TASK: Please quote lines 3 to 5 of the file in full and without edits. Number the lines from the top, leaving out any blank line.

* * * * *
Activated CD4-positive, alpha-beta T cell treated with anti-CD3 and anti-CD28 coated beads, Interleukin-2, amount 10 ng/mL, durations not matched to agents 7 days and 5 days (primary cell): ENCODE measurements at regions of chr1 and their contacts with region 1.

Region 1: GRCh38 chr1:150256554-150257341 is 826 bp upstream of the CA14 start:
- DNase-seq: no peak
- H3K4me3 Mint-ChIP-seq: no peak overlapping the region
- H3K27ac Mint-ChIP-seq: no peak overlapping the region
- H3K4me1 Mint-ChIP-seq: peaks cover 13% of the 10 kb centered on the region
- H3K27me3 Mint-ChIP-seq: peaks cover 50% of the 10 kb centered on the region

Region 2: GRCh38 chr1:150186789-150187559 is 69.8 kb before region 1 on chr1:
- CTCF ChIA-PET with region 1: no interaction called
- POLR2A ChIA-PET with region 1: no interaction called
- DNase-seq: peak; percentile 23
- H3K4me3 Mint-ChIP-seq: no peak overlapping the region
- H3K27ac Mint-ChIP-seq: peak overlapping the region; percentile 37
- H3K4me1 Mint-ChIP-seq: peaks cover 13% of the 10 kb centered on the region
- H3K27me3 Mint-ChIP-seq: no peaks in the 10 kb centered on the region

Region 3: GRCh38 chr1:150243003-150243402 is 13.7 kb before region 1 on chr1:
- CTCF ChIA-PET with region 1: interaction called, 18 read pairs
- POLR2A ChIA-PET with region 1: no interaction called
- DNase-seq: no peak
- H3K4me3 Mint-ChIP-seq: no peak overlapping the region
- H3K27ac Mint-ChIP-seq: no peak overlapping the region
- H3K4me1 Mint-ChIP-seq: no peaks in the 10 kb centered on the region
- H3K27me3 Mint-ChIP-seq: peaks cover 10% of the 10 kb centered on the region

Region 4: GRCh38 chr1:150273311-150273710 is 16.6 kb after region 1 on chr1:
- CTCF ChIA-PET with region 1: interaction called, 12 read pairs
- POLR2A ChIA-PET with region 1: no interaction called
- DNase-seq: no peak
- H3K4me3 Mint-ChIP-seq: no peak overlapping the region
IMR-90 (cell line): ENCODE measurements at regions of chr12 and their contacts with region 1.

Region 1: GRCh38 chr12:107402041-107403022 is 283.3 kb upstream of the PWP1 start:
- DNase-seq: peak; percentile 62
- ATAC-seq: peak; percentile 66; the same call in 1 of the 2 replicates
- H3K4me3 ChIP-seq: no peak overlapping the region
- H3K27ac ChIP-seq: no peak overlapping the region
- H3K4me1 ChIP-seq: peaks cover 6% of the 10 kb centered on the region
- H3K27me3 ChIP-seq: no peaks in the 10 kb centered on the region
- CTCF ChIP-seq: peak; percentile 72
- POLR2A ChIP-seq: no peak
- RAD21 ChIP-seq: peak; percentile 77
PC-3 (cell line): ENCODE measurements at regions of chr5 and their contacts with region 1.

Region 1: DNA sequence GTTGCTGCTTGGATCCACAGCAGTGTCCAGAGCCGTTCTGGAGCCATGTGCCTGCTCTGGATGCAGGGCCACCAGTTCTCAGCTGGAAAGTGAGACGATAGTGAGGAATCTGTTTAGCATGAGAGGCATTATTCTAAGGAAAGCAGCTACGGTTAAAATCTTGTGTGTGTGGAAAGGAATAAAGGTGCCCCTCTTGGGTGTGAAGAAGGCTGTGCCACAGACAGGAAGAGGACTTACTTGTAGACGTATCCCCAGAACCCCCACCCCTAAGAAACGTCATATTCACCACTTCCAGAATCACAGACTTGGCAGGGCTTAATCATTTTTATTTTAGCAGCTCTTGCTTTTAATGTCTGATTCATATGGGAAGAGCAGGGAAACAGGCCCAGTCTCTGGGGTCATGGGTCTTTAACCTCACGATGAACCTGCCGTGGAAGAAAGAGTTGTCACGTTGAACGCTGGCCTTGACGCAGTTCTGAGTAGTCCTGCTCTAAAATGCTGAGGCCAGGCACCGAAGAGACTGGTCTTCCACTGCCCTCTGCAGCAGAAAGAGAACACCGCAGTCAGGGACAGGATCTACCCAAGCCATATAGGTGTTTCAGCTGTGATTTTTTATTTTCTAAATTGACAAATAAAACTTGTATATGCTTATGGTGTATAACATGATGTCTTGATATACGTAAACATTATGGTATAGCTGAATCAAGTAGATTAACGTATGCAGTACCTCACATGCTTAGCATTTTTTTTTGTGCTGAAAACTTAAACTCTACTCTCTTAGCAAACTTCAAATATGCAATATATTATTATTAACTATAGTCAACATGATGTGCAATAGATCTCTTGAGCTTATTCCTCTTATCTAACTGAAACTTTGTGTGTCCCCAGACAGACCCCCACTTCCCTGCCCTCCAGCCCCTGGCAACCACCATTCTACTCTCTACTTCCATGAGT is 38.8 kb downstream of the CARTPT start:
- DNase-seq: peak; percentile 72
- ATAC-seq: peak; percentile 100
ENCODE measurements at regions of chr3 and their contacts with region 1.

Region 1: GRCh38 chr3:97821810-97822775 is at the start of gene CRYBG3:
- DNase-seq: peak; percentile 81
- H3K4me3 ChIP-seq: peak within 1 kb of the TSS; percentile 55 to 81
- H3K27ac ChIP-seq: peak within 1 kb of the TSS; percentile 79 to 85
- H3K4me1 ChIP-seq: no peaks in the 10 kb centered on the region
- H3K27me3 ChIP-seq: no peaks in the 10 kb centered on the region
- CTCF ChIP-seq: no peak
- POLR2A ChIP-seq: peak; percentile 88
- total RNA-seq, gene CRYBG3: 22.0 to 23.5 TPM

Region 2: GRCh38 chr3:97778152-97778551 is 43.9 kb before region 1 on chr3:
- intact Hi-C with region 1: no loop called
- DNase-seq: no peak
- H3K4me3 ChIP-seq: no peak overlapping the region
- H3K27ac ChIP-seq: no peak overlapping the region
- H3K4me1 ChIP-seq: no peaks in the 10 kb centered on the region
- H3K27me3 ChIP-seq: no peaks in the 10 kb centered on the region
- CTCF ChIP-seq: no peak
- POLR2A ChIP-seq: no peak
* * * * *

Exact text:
- DNase-seq: no peak
- H3K4me3 Mint-ChIP-seq: no peak overlapping the region
- H3K27ac Mint-ChIP-seq: no peak overlapping the region